The Chingford twang in his voice quavered at times - and he wobbled when he mentioned his family - but David Beckham fought back the tears. For a man whose life has so often been packaged up according to the rules of global marketing, the England captain delivered his resignation speech yesterday with a simplicity that fitted the occasion.
In suit and tie, and with his words printed on two sheets of paper, he took the stage like a nervous best man contemplating his wedding speech. He apologised for the quality of what was about to follow - "bear with me, because I wrote this late last night" - and with that he brought down the curtain on six years, 58 matches and one of the most high-profile captaincies in the England team's history.
He spoke about the "absolute honour" of captaining England and the fulfilment of his "childhood dream". Beckham has always regarded his career as an exciting adventure in which he takes a heroic central role - a philosophy based on the endless optimism that things will work out. Yesterday, the spell seemed to have been broken and, at 31, he found himself on the brink of tears in a marquee in the Black Forest.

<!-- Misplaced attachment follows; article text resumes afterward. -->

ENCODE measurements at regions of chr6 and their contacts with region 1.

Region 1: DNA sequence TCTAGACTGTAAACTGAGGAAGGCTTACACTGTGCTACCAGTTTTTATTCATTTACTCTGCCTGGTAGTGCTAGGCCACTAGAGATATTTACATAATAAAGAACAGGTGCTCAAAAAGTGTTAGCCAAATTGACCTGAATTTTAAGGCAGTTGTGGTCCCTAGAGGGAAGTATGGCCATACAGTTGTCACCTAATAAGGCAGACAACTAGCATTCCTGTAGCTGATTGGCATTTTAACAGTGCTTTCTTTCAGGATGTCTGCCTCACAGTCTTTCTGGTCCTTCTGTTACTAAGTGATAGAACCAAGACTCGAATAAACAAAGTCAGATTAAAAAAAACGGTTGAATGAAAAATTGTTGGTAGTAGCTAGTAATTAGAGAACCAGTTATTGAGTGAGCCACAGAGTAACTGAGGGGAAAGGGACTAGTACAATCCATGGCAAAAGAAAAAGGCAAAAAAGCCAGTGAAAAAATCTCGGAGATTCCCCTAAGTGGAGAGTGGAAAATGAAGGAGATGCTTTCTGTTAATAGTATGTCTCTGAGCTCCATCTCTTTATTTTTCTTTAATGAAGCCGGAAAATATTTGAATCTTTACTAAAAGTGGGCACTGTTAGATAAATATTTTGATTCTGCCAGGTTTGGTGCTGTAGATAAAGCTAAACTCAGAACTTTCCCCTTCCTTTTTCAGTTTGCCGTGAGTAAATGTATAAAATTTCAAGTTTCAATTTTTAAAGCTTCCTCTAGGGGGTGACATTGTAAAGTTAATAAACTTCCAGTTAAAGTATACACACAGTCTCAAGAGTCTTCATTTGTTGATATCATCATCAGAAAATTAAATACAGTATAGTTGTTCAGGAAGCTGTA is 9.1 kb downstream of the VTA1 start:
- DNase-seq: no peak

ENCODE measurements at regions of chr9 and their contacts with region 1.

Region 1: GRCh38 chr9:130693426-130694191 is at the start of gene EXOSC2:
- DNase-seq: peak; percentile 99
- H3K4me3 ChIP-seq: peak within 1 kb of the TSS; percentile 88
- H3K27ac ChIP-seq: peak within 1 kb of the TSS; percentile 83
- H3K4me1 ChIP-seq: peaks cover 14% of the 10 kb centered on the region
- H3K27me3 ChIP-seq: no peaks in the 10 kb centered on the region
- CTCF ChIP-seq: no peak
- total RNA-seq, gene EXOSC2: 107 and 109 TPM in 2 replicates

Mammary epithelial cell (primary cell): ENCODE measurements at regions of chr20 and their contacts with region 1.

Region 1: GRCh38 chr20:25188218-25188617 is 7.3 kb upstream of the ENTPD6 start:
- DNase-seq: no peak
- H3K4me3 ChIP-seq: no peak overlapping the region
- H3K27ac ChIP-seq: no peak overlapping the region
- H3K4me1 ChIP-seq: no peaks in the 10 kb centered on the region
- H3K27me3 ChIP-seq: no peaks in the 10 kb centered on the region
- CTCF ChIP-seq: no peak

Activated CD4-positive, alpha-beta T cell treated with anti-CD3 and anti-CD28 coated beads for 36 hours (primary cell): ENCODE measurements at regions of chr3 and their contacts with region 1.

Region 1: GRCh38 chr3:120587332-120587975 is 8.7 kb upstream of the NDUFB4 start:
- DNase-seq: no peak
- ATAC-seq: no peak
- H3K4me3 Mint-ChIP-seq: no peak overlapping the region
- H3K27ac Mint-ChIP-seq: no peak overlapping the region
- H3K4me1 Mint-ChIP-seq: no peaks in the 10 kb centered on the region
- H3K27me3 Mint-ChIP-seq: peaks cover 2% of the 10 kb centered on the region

In the little village of Buhlertal in the hills of south-west Germany, seismic shifts were taking place within English football. A press presence that had grown to the size of a small army waited at England's training ground for Sven Goran Eriksson's last words. But even when he came to say goodbye, Eriksson was upstaged.
In the bitter aftermath of World Cup elimination, these were two very different farewells. With his fate sealed since April, Eriksson might have considered savaging the newspapers who have pursued him or the Football Association who drummed him out. Instead he took his secrets and recriminations with him, only hinting at his contempt for his critics and the manner in which he was forced out of the job in the aftermath of the News of the World's "fake sheikh" sting.
Beckham has played a much subtler hand. The captaincy is very dear to him but he is equally absorbed by the prospect of becoming only the fourth Englishman to win 100 caps for his country. By stepping down, he reduces the pressure on the new manager Steve McClaren to be seen to make a bold decision - and gives himself a good chance of winning the last five caps that will see him to a century.
The England captain is not inarticulate, but his regard for his own position has meant that he has come to avoid controversy to the extent that so much of what he says is rendered meaningless: this was a much more raw version of himself.
After two minutes and six seconds, Beckham walked out a side door to a smattering of applause, a beautifully choreographed final bow. There was no such exit for Eriksson, who left the TV cameras for his last meeting with the press in the next room. He begged for Wayne Rooney to be forgiven and he predicted future success for England but - confronted with the reality of his own failure - his departure was a brutal affair. He can blame his former captain for taking the last vestiges of sympathy with him.Reuse content